“We Are Clients of the Earth": Value Creation and the Production of Space among Bolivian Migrants in Buenos Aires




Dolph, Charles R.

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Neoliberalization in Argentina has been characterized by a spatial strategy of interior exclusion from the Federal District of the capital, Buenos Aires. The eradication of slums and polarization of class and space beginning during the military dictatorship pushed poor residents and immigrants out of many areas of the Federal District and onto the margins of Greater Buenos Aires. Yet, paradoxically, it is often the labor of such marginalized groups that produces the urban space of the Federal Capital, and by extension, the Argentine nation. This thesis focuses on processes of value creation and the social constructions of space and time among Bolivian migrants, particularly construction workers, in Buenos Aires. Focusing on labor at the point of production, the thesis shows how Bolivian migrants actively articulate capitalist value creation, and in doing so become caught up in and reproduce the social relations of capitalist production. As projects of neoliberal globalization foment urbanization and migrations, however, migrant communities recreate alternate value fields to the dominant neoliberal ideologies of free markets and discourses of nationalist modernity. The thesis thus moves on to consider the dialectic of market and society through an analysis of value creation in Bolivians’ ritual performance of worshipping a nominally Catholic virgin each August in a shanty town of Buenos Aires.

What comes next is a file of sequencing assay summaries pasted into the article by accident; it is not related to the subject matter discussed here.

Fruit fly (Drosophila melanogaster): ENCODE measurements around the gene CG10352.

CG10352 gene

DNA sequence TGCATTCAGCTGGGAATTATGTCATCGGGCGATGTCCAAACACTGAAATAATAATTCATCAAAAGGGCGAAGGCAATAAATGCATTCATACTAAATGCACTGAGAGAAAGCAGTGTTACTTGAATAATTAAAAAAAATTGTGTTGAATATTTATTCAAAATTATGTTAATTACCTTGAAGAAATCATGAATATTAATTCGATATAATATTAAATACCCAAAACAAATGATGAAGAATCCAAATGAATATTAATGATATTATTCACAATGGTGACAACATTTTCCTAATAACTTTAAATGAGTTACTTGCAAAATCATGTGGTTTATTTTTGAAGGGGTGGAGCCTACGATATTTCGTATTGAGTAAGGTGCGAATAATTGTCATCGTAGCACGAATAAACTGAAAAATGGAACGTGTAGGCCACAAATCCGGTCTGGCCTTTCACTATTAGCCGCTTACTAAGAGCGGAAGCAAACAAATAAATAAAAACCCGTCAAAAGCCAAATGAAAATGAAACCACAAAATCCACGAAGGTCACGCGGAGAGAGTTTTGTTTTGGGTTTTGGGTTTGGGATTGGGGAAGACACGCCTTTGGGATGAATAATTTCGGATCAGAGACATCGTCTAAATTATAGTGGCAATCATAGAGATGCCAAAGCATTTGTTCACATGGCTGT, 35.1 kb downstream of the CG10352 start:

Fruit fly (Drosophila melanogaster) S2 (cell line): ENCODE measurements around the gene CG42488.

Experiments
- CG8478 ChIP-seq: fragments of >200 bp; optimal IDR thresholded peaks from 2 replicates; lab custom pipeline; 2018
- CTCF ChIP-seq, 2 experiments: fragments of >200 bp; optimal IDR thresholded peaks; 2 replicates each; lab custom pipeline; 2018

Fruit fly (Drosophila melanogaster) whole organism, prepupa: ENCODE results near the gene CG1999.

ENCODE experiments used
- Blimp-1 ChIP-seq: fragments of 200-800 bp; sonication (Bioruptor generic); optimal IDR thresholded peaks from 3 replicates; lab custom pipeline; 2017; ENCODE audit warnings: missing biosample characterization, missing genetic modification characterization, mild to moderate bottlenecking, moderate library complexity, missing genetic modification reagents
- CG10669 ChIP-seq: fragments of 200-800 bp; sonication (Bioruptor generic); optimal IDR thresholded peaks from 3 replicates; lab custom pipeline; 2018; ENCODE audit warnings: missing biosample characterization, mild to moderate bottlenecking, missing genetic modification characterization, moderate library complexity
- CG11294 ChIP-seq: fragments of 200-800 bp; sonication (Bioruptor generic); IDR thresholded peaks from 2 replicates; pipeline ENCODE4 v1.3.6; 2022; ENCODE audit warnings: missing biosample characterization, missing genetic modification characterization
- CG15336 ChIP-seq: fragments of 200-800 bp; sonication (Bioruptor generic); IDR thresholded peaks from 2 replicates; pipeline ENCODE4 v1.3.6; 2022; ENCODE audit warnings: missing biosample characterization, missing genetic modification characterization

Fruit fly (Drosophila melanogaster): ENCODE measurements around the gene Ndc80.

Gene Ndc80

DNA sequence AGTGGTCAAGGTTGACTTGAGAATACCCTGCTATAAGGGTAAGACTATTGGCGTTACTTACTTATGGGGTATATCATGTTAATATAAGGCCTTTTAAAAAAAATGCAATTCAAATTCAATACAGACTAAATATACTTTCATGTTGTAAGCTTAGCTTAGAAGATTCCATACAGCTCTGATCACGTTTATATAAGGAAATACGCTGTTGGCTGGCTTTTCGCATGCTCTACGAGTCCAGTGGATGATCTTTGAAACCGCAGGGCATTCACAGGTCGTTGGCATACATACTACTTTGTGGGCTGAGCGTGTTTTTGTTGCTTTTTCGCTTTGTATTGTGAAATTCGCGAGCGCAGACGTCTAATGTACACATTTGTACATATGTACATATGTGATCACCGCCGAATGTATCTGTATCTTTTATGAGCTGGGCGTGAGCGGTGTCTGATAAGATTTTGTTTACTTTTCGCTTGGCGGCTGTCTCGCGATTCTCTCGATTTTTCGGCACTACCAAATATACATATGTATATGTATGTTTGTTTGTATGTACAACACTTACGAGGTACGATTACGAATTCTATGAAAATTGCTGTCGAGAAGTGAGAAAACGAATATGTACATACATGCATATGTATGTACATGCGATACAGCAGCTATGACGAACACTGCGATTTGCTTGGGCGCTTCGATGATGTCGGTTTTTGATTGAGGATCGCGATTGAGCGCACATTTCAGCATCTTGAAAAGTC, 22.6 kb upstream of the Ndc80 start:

Value, Urbanization, Labor, Social space, Migration, Nation-state